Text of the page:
Surgical mesh is a woven fabric used for chest wall reconstruction, strengthening tissues, to provide support for internal organs, and to treat surgical or traumatic wounds. The fabric is usually made of Gore-Tex®, Teflon®, polypropylene, or some other polymer, although a titanium mesh has been used in some back surgeries. The most common types are hernia mesh, stress urinary incontinence slings, and mesh for treating prolapse.
A hernia is caused when an internal organ, usually the small intestine, pushes through a weak spot in the lining of the abdominal wall. This condition does not repair itself, and will generally deteriorate over time. Surgery is often recommended to prevent the intestine from becoming strangulated, or constricted, causing serious complications. Surgical mesh is often used in a hernia repair and is placed on or under the damaged area in the abdomen.
Another common use of this fabric is in the treatment of pelvic organ prolapse, a condition that occurs when one of the pelvic organs —; the bladder, uterus, bowel or rectum — drops from its normal position and pushes against the vaginal wall. This can happen when the muscles and connective tissues that hold the organs in place are weakened. If surgery is required, mesh is sometimes inserted through an incision in the vaginal wall to provide additional support for the affected organ.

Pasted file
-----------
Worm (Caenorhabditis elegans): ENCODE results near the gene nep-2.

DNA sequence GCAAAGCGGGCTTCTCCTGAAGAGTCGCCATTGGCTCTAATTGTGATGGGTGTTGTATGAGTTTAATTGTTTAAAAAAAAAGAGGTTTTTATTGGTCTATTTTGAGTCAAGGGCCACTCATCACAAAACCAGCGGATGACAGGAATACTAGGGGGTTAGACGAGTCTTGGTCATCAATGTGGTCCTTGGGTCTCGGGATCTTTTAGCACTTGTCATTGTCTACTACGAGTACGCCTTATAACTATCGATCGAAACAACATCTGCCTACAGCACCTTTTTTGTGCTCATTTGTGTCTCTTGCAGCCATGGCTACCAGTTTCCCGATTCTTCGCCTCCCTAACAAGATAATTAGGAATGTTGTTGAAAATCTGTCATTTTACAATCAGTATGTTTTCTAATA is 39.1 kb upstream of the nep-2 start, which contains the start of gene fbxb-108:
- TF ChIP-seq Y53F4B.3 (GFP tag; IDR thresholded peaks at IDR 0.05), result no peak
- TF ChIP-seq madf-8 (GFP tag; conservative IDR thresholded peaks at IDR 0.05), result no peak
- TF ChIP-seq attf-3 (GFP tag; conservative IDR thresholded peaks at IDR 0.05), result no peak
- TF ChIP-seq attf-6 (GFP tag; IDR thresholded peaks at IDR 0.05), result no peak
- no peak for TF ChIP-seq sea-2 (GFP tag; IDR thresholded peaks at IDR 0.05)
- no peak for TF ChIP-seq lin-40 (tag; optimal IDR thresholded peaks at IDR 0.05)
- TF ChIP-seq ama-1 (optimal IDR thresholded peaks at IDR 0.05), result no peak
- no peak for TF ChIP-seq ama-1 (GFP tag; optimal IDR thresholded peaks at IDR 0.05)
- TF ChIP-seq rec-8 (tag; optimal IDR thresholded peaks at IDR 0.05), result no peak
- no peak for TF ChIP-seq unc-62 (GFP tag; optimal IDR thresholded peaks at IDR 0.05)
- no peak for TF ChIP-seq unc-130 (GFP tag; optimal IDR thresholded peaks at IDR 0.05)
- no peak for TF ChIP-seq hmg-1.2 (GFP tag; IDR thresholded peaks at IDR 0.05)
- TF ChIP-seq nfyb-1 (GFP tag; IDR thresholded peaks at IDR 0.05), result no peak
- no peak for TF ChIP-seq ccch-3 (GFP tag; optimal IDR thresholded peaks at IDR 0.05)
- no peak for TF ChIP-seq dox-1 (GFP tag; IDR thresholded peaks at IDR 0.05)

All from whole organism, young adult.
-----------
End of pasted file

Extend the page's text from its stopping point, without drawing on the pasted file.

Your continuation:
Uterine prolapse occurs when the uterus falls from the pelvic cavity into the vagina. This generally happens in women who have had one or more vaginal deliveries, and can be caused by aging, a post-menopausal lack of estrogen, or obesity. Unless the condition causes undue discomfort, it is often left untreated. If surgery is warranted, a vaginal hysterectomy is sometimes recommended. Other procedures, like sacral colpopexy, leave the uterus in place and use surgical mesh to support it.
Another female condition that can be treated with this fabric is female stress urinary incontinence. This is a common condition in which urine is involuntarily leaked, and it can be caused by muscles weakened as a result of pregnancy, childbirth, or sustained heavy lifting. Non-surgical treatments include pelvic exercises and custom fitted devices worn to support the vagina. If surgery is indicated, than a variety of mesh slings are available that can be surgically installed to lift and support the urethra.
As with any surgical implant, some complications can occur, including infection, inflammation, tissue damage, and septic shock. There have been instances of surgical mesh used in hernia repair adhering to the intestines or causing injury to nearby organs, though most of those problems have been related to products that have been recalled. In rare cases, complications have also risen from mesh used to treat a prolapse. These problems generally included erosion of the mesh into the vagina, infection, or pain.